wsbob
Guest
wsbob

“…Those conditions in section 1? Section 1:

A person commits the offense of violating the basic speed rule if the person drives a vehicle upon a highway at a speed greater than is reasonable and prudent, having due regard to all of the following:

Traffic, surface and width of the highway, the hazard at intersection, weather, visibility, any other conditions then existing.

So, again I ask, WHY hasn’t the driver been cited for violating the basic speed la? John Lascurettes

Because…the responding officer and resulting police investigation apparently found the driver met all of those conditions. But what about ‘…hazard at intersection…’? That roughly describes Bret Lewis on his bike, estimated to have been stopped on the right main travel lane in the intersection of TV Highway and Tuallaway Ave.

The driver sees him, but not in time to completely avoid colliding with him. Why doesn’t he see the cyclist sooner? Driver’s not intoxicated…says he wasn’t on a cell phone or other such distraction. He’s not driving so fast that his car goes out of control. The cops determine that his driving is consistent with the basic rule for conditions of a rainy windstorm that was in effect at the time of the collision.

Road users are responsible for seeing on the road, hazards that are visible. If the hazard for some reason isn’t visible, yet the hazard turns out to be a person; should the public, through law enforcement and the courts, be citing road users for violating the Basic Rule for use of the road, when a not visible hazard in the form of a person is hit and injured or killed by another road user’s car colliding with them?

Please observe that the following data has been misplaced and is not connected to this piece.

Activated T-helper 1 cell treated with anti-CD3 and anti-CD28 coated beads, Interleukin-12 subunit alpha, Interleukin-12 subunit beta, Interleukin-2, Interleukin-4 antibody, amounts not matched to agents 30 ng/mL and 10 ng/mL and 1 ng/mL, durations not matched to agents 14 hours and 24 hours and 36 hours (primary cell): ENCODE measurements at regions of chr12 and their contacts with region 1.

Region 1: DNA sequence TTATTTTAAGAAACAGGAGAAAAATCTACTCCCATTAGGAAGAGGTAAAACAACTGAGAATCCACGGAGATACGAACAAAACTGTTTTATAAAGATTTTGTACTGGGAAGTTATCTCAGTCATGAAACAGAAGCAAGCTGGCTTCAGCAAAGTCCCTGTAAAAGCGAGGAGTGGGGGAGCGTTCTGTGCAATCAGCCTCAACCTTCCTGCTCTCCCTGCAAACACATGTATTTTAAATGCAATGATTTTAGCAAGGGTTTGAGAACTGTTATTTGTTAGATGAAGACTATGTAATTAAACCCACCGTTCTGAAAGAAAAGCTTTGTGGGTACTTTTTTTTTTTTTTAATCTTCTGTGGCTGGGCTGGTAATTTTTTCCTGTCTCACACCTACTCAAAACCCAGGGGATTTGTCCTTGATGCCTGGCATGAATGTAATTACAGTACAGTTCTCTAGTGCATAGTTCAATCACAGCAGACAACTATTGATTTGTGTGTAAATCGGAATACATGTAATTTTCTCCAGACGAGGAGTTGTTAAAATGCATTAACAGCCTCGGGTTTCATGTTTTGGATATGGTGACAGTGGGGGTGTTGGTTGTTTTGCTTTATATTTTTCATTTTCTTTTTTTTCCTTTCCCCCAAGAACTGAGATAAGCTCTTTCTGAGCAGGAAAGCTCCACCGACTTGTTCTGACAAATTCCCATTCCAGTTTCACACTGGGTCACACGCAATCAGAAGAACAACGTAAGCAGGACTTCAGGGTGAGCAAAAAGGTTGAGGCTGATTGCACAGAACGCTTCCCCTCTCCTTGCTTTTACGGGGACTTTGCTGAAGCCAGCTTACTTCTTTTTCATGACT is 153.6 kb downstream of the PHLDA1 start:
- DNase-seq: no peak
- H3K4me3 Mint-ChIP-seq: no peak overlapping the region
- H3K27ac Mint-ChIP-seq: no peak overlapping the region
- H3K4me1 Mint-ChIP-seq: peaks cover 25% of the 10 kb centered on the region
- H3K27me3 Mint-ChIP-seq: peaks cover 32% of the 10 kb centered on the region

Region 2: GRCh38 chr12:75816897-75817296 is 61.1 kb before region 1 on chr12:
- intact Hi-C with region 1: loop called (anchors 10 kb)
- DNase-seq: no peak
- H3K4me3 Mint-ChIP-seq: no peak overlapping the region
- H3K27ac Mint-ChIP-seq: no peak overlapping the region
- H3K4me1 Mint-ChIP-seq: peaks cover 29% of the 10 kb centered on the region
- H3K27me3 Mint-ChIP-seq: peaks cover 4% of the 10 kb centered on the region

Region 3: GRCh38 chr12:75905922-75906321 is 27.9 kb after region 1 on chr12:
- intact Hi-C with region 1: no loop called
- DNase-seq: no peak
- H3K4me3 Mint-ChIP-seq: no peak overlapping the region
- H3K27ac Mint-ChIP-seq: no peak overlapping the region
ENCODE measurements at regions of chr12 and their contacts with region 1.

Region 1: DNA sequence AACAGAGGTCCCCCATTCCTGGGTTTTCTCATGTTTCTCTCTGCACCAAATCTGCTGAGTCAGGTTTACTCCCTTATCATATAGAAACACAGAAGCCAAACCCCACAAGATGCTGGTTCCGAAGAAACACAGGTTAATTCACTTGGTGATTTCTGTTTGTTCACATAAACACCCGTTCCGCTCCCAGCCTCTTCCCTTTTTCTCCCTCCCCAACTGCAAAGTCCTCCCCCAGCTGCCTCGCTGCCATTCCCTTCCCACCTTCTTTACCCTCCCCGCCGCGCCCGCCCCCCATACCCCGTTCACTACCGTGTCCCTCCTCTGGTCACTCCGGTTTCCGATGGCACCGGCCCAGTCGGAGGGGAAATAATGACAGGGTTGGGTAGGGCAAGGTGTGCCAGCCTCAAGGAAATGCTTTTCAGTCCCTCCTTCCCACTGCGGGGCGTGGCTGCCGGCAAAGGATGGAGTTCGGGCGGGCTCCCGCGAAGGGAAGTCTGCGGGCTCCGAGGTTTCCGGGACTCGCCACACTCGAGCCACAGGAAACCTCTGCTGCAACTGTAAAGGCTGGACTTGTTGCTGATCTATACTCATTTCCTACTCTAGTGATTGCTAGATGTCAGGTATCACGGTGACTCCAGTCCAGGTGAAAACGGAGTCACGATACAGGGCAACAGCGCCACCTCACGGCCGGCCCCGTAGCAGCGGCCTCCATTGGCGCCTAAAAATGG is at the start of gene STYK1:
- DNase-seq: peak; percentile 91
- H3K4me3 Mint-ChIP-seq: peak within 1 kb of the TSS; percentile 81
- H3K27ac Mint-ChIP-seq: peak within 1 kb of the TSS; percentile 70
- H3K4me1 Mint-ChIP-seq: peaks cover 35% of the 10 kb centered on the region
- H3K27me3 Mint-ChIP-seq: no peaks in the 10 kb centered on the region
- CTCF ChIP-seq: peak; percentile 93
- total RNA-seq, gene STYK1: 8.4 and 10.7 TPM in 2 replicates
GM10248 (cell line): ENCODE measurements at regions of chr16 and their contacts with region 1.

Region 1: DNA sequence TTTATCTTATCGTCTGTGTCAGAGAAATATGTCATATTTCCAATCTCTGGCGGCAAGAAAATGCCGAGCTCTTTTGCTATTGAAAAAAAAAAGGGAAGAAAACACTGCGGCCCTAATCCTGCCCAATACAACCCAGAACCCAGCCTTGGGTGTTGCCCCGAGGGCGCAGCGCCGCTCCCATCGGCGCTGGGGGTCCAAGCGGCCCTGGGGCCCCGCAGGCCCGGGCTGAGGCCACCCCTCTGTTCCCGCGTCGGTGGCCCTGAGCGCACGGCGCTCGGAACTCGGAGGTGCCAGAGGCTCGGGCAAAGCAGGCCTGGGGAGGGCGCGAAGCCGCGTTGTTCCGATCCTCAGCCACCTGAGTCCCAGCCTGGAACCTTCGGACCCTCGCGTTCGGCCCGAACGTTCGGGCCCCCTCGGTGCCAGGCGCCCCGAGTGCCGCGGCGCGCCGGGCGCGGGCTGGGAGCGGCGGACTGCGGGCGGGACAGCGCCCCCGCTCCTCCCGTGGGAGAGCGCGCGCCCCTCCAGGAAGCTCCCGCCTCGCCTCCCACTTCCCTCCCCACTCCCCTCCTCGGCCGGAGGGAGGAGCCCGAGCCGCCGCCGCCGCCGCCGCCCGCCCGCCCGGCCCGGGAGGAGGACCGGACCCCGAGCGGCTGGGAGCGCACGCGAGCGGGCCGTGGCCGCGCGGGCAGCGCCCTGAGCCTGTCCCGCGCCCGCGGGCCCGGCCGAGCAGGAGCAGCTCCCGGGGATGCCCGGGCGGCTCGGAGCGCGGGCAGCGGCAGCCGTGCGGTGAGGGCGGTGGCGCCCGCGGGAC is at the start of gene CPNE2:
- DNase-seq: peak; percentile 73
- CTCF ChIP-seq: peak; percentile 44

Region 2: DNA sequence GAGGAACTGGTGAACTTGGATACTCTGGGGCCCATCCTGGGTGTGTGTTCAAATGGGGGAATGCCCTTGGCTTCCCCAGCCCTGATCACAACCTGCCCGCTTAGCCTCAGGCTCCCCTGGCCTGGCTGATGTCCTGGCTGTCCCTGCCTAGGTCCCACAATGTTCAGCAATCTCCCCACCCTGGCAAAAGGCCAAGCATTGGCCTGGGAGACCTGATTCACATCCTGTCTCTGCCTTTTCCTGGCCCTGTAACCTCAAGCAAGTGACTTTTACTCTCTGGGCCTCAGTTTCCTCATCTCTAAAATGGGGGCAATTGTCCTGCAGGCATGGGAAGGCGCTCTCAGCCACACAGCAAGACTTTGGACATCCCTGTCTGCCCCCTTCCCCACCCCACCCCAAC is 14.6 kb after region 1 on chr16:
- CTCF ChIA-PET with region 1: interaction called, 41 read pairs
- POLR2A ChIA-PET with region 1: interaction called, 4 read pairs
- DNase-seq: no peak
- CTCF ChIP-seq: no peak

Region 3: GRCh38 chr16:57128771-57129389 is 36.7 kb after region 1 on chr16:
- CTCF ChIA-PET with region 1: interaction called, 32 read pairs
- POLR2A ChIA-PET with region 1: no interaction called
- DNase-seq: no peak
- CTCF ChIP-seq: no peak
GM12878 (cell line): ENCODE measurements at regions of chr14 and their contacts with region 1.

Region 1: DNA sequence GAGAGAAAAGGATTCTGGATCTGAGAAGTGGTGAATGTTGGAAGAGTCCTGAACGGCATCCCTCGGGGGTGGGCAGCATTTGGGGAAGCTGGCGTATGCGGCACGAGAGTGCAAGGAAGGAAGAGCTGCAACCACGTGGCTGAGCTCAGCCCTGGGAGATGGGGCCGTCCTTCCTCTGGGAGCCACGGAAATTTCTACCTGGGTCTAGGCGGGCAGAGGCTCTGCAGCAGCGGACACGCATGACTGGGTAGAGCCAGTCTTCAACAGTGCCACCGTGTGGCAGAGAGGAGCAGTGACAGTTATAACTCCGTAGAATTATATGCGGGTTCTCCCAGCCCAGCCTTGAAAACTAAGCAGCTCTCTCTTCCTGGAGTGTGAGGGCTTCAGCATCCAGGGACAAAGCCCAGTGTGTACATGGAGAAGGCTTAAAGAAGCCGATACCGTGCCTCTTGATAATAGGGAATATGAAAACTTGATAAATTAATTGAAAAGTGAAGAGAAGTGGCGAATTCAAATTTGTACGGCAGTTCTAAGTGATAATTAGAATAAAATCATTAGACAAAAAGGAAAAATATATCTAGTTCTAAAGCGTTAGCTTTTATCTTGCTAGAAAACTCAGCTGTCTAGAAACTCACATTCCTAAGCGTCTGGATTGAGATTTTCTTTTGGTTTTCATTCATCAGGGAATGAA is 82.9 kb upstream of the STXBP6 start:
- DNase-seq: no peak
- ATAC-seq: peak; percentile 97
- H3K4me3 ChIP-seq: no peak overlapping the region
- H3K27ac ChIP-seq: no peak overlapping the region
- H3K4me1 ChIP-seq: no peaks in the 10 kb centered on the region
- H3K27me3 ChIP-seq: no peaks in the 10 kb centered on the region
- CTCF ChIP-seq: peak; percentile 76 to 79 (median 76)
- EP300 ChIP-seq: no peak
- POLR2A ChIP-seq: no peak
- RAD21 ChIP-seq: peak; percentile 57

Stephen
Guest
Stephen

Let me put it this way (and it’s fitting for this time of year). In Minneapolis at this time of the year, potholes appear that can literally tear the wheel off your car (I’ve never seen so many cars with a front wheel torn off before coming here) and you can’t see them until it’s too late (if you have to hit it, hit it head on and not at any sort of an angle). Thing is, it’s not reasonable for everybody to drive around at 10mph in case a pothole that you can’t see until you’re on it happens to have appeared. You have to take the reasonable approach that the city will fill the potholes (where there is one, there are many) in and drive like normal. Same thing with this driver. He drives with the reasonable approach that people are not going to stop in front of his car, especially when they’re not in a position to be visible.